The use of intelligence in war In the following context, intelligence is generally defined as information prepared for the use of policy makers. Such policy makers as generals and presidents take intelligence into account when making their decisions and acting upon them. The information springs from a variety of sources, such as spies or codebreakers, and is analyzed and written by evaluators. The main purpose of intelligence is to enable policy makers to optimize their physical and psychological resources. Intelligence sources may be grouped into three categories: human, imagery, and signal.
Intelligence does not win wars. Wars are won by the men and women in the trenches, on the ships, and aboard aircraft. Intelligence is secondary to strength, morale, and a commander’s ability. But it can help commanders win by optimizing resources. In many instances, intelligence can shorten wars and save lives. Intelligence during the Revolutionary War The Founding Fathers fully recognized that intelligence was nearly as vital an element of national defense as a strong military. Their intelligence operations were well-disciplined and focused, and were designed to support specific national objectives. Recognizing the need for foreign intelligence and foreign alliances, the Second Continental Congress created the Committee of Correspondence, which was shortly renamed the Committee of Secret Correspondence, by a resolution of November 29, 1775. The committee was appointed for the sole purpose of corresponding with America's friends in Great Britain and other parts of the world. The committee members, America's first foreign intelligence directorate, were Benjamin Franklin, Benjamin Harrison, Thomas Johnson, and James Lovell, who became an expert on codes and ciphers and has been called the father of American cryptanalysis. The committee employed secret agents abroad, conducted covert operations, devised codes and ciphers, funded propaganda activities, acquired foreign publications for use in analysis, established a courier system, and developed a maritime capability apart from that of the navy. On June 5, 1776, Congress appointed John Adams, Thomas Jefferson, Edward Rutledge, James Wilson, and Robert Livingston "to consider what is proper to be done with persons giving intelligence to the enemy or supplying them with provisions." The same committee was given the responsibility for revising the Articles of War in regard to espionage directed against the Patriot forces. The first espionage act was enacted on August 21, 1776, which held that persons who "shall be found lurking as spies in or about the fortification or encampments of the armies of the United States... shall suffer death..." On February 27, 1778, the Continental Congress broadened the law to include any "inhabitants of these states" whose intelligence activities aided the enemy in capturing or killing Patriots. George Washington was a skilled manager of intelligence. His first experience in intelligence collection came in 1753, when he was just 21 years old. The British colonial government sent him into Ohio Territory to gather information about French military capabilities. He was instructed to observe French forts, determine troop strengths, and try to ascertain French intentions for responding to the expansion of British colonization into the region. One thing he did particulary well was to exploit drinking sessions and meals with French officers to acquire useful intelligence. George Washington's role as the first American intelligence chief has received far less attention in written history than his numerous exploits as a military and political leader. Yet, without his skillful management of American intelligence activities, the course of the Revolutionary War could have been quite different. During the war, Washington spent more than 10 percent of his military funds on intelligence activities. He utilized agents behind enemy lines, interrogated travelers for intelligence information, and launched dozens of agents on both intelligence and counterintelligence missions. The first Patriot intelligence network on record was a secret group of men in Boston known as the "Mechanics." The mechanics, or Liberty Boys, organized resistance to British authority, gathered intelligence, and stole and sabotaged British military equipment. Paul Revere, the most famous Liberty Boy, arranged for the warning lanterns to be hung in Old North Church to alert Patriot forces at Charleston, and then set off on his famous "midnight ride" in April 1775. In 1776, George Washington chose Thomas Knowlton to command the Continental Army's "Knowlton's Rangers." That unit was the first American military intelligence organization. The U.S. Army has characterized it as an historical precursor of the modern-day Army Rangers, and Delta Force. The ill-fated American spy Nathan Hale was recruited from the Knowlton Rangers. Hale is probably the best known, but least successful, American agent in the War of Independence. He embarked on an espionage mission into British-held New York as a volunteer with a strong sense of patriotism and duty. He was captured and hanged on September 22, 1776. The Founding Fathers, as well as other American leaders, their British opponents, and French allies, understood that victory hinged on rational political and military intelligence. They used a smart combination of espionage, counterespionage, propaganda, partisan warfare, code making, code breaking, sabotage, bribery, deception, and disinformation.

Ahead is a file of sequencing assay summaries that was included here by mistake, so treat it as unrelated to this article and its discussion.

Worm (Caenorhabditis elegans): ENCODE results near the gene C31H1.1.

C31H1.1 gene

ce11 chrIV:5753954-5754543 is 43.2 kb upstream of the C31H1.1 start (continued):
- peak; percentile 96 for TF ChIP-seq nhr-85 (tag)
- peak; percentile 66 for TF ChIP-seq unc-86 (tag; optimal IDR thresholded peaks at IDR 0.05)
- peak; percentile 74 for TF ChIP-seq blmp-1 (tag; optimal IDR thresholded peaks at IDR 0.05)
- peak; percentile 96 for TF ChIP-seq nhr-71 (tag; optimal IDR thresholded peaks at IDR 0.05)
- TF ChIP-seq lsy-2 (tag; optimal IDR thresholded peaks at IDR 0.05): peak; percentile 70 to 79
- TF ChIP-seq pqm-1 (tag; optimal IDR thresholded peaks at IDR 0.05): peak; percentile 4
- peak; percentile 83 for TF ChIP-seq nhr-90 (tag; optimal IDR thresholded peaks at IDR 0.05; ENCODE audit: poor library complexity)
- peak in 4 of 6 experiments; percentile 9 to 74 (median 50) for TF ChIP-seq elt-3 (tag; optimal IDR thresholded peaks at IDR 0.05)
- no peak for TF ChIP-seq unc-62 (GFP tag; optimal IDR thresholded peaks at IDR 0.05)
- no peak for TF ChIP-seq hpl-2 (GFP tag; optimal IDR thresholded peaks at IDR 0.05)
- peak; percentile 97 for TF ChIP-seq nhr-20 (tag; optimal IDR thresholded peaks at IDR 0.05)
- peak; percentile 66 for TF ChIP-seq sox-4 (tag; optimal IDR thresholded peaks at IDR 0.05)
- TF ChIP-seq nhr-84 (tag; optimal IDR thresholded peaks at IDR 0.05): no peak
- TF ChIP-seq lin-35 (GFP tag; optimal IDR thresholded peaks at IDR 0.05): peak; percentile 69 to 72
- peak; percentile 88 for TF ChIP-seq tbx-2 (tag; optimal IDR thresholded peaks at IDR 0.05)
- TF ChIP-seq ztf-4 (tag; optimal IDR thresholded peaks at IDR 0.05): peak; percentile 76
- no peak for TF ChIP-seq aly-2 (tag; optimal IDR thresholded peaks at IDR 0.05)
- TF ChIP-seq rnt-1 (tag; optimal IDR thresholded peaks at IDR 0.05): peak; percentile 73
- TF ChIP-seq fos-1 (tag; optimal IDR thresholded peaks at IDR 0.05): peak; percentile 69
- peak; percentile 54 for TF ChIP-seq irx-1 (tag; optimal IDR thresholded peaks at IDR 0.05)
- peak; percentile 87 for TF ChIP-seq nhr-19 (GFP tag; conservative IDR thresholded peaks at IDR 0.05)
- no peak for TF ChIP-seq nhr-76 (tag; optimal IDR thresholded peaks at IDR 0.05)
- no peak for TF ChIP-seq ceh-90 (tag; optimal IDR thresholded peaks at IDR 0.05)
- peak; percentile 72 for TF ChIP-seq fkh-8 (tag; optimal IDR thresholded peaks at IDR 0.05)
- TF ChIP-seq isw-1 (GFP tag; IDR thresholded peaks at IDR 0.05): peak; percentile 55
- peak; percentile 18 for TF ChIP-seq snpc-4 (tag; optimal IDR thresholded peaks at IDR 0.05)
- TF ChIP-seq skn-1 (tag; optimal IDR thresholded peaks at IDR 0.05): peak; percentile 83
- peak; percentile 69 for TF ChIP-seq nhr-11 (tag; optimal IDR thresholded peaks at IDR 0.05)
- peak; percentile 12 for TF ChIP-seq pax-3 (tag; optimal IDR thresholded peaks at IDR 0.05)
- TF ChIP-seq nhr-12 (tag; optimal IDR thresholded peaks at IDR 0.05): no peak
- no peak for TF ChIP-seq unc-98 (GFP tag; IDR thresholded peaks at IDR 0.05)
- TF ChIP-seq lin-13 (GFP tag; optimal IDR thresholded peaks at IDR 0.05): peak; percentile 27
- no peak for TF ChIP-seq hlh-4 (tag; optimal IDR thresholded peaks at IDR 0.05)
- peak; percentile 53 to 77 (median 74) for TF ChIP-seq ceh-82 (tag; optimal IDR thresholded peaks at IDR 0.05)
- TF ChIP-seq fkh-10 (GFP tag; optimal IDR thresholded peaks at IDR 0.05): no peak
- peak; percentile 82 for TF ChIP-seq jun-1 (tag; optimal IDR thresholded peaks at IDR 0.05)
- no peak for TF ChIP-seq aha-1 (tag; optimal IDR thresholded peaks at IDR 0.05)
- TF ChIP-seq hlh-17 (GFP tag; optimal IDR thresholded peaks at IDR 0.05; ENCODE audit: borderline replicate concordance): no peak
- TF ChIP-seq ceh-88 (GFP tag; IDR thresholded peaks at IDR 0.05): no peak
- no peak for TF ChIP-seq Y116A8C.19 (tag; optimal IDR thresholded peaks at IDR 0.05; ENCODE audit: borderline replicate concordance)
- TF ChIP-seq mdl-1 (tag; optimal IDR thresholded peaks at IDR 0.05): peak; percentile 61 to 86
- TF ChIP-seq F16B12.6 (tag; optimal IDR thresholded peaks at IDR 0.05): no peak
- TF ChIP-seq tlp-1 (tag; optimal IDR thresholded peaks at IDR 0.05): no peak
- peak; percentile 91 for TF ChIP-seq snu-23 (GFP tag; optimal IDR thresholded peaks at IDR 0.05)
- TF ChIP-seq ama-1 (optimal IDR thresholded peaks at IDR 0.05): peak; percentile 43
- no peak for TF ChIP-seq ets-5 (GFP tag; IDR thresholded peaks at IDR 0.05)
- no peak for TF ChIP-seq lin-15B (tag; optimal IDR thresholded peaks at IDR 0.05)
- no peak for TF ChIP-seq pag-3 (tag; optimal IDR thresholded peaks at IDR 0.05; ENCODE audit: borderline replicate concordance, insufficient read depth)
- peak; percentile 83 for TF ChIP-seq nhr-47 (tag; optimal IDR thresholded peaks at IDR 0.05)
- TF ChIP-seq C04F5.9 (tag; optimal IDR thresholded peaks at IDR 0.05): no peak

Intelligence during the Civil War Black Dispatches was the term used among Union military men for intelligence on the Confederate forces provided by blacks. Black Dispatches were often provided by either runaways or those who were just coming under Union control. That source of information represented the most productive category of intelligence obtained and acted upon by Union forces throughout the Civil War. Black Dispatches resulted from tactical debriefings of slaves. Black Americans also contributed to strategic Union intelligence from behind-the-lines missions and agent-in-place operations. The value of the information that could be obtained by black Americans behind Confederate lines was plainly understood by most Union generals early in the war. General Robert E. Lee, commander of the Confederate Army of Northern Virginia, wrote in May 1863 that "the chief source of information to the enemy is through our Negroes." Due to the culture of slavery in the South, blacks involved in domestic activities could move about without suspicion. Officials tended to ignore their presence as personal servants when discussing war-related matters. One of the first large-scale Civil War battles was the result of information provided by a runaway slave named George Scott. He furnished intelligence on Confederate fortifications and troop movements to General Benjamin F. Butler, commander of Fort Monroe, located on the tip of the Virginia peninsula. Shortly after the war began, Scott escaped from a plantation near Yorktown. While making his way toward Fort Monroe, he observed that Confederate forces had built up two fortifications between Yorktown and the fortress. Butler's officers were impressed with Scott's information but wanted to confirm it. Scott agreed to accompany a Union officer on several scouting trips behind Confederate lines to obtain more specific intelligence. Based on the knowledge gained from those missions, Butler determined that Confederate forces were planning an attack on Newport News, which, if captured, would isolate Fort Monroe from Union re-supply. He ordered a preemptive attack on the Confederate position, but the military operation was poorly conducted and ended in a Union defeat. Although the intelligence was sound, the military tactics were not. As Union forces grew and better organization was required, Major General George B. McClellan was given command of the Army of the Potomac, with the responsibility of defending Washington. He brought with him his chief of intelligence, Allan Pinkerton. Pinkerton was in charge of collecting intelligence on the enemy, and for counterintelligence activities against enemy agents. Most of the information he collected resulted from an extensive debriefing program of people crossing over from Confederate lines, which included merchants, deserters, prisoners of war, and former slaves. Pinkerton soon discovered that the former slaves were the most willing to cooperate and often had the best knowledge of Confederate fortifications, camps, and supply points. Equally valuable intelligence was provided to the Union Navy by black Americans. One example of strategic importance occurred during late 1861 to 1862. Mary Touvestre, a freed slave, worked as a housekeeper in Norfolk for an engineer who was involved in the refitting and transformation of the USS Merrimac into the Virginia, the first Confederate ironclad warship. After overhearing the engineer talking about the importance of his project, she recognized the danger this new type of ship represented to the Union Navy blockading Norfolk. She stole a set of plans for the ship, that the engineer had brought home to work on, and fled north. After the arduous trip, she arrived in Washington, D.C., and arranged a meeting with officials of the Department of the Navy, where she submitted the plans and discussed what she had heard. Harriet Tubman, another black woman involved in intelligence collection for the Union, is much more famous for her activities with the Underground Railroad. Her intelligence activities, however, are well documented. In the spring of 1863, Union forces in South Carolina badly needed information about Confederate forces opposing them, including the strength of enemy units, location of encampments, and designs of fortifications. All of that intelligence could be gathered by sending out short-term spies behind enemy lines. The job of organizing former slaves and leading those expeditions fell to Tubman. She participated in several spy missions herself, while directing others from Union lines. She reported her intelligence to Colonel James Montgomery, a Union officer commanding a black unit. The intelligence Tubman provided to Union forces during the war was frequent, and used effectively in many military operations. No discussion of intelligence activities by black Americans during the Civil War would be complete without mention of a popular story about a black couple who provided intelligence on Confederate troop movements to the Union during the fighting around Fredericksburg, Virginia, in 1863. The story involves a runaway slave named Dabney, who crossed into Union lines with his wife and found employment under General “Fighting Joe” Hooker. It was apparent to Dabney's superiors that he knew the geography of the area very well. After several weeks, Dabney’s wife asked permission to return to Confederate lines as a personal servant to a Southern woman returning to her home. A few days after his wife’s departure, Dabney began to report Confederate movements to members of Hooker’s staff. His reports soon proved to be extremely accurate, and he was questioned about the source of his intelligence. Dabney explained that he and his wife had worked out a signaling system based on the laundry that she hung out to dry, which was easily observed from Hooker’s headquarters. As Dabney’s wife observed Confederate troop movements, she would hang the laundry in a particular sequence to signal Dabney of the day's activity. That system produced useful intelligence on Confederate movements until Hooker moved his headquarters. Following the war, the intelligence contributions of black Americans became obscure. Racial prejudice more than likely played a part in this, as it did in many areas of the military contributions of black American Union military units, but several other factors added to the lack of recognition as well. Historically, most successful spies do not want their identities made public. Even individuals who may have provided only one-time pieces of useful intelligence usually prefer anonymity. This was particularly true in the emotional period after the Civil War, when many of those black Americans lived near people still loyal to the South. Intelligence during World War I Intelligence first achieved permanent importance in World War I. The first large-scale use of Army radio intelligence was during that conflict. When the war broke out in 1914, Russia attacked Germany with a northern and southern army. The Russian army communicated in part by radio, with messages sent mostly uncoded because their cryptosystem had been distributed to only a few units. The Germans overheard those radiograms, one of which revealed that the northern Russian army was advancing so slowly that the German commanders could safely attack the southern army first. They did this, aided by additional intercepts of Russian messages. It can be said then that the Battle of Tannenburg was won in large measure with the help of intelligence. Soon, all the major participants in World War I would go on to use more encompassing communications intelligence with varying degrees of success. Although signals intelligence was in its infancy, and radio was the new communications technology, the U.S. Army’s Radio Intelligence Section used their newfound capabilities to spy on enemy conversations. Signals could be intercepted without being in close proximity to transmission lines and could provide critical information about enemy tactics and strategy. That information was used for tactical planning by the American Expeditionary Forces. One of the most important intelligence coups of all time came in 1917 when the British cracked a German diplomatic message. The German foreign minister, Arthur Zimmerman, was faced with the presumed hostility of the United States after Germany began unrestricted submarine warfare. To distract the United States, Zimmerman proposed to Mexico that they declare war. As a reward, he promised Mexico the territory it had lost in the 1830s and 1840s — namely Texas, New Mexico, and Arizona. Zimmerman transmitted his proposal to Mexico in a coded telegram, which Britain intercepted, solved, and disclosed to the Americans. Six weeks later, an enraged U.S. Congress declared war on Germany, which helped to end the stalemate in the West, assist in the Allied victory, and secure the United States as a world power. The race between code-maker and code-breaker accelerated in World War I. The war also led to the development of the cipher, the "one-time pad" that was impossible to crack by analytic methods. Code-breaking ended up having a strong influence on the course of the war. In fact, code-making and code-breaking proved so important that by the end of the war, cryptologic organizations were no longer small groups working in back rooms, but large bureaucracies increasingly integrated into normal military practice and operations. The success of signals intelligence in World War I led to the creation of a peacetime unit called the Government Code and Cipher School (GC&CS), established with 25 cryptologists and 30 support staff members. The school studied the methods of cipher communication used by foreign powers and also served as an advisor on the security of British ciphers and codes. As well as examining worldwide coding methods and practices, it was committed to the maximum extraction of information from signals intelligence. In 1922, the school was put under control of the Foreign Office. Navy, army and air sections were added in the following years as Europe began to backslide into war once more.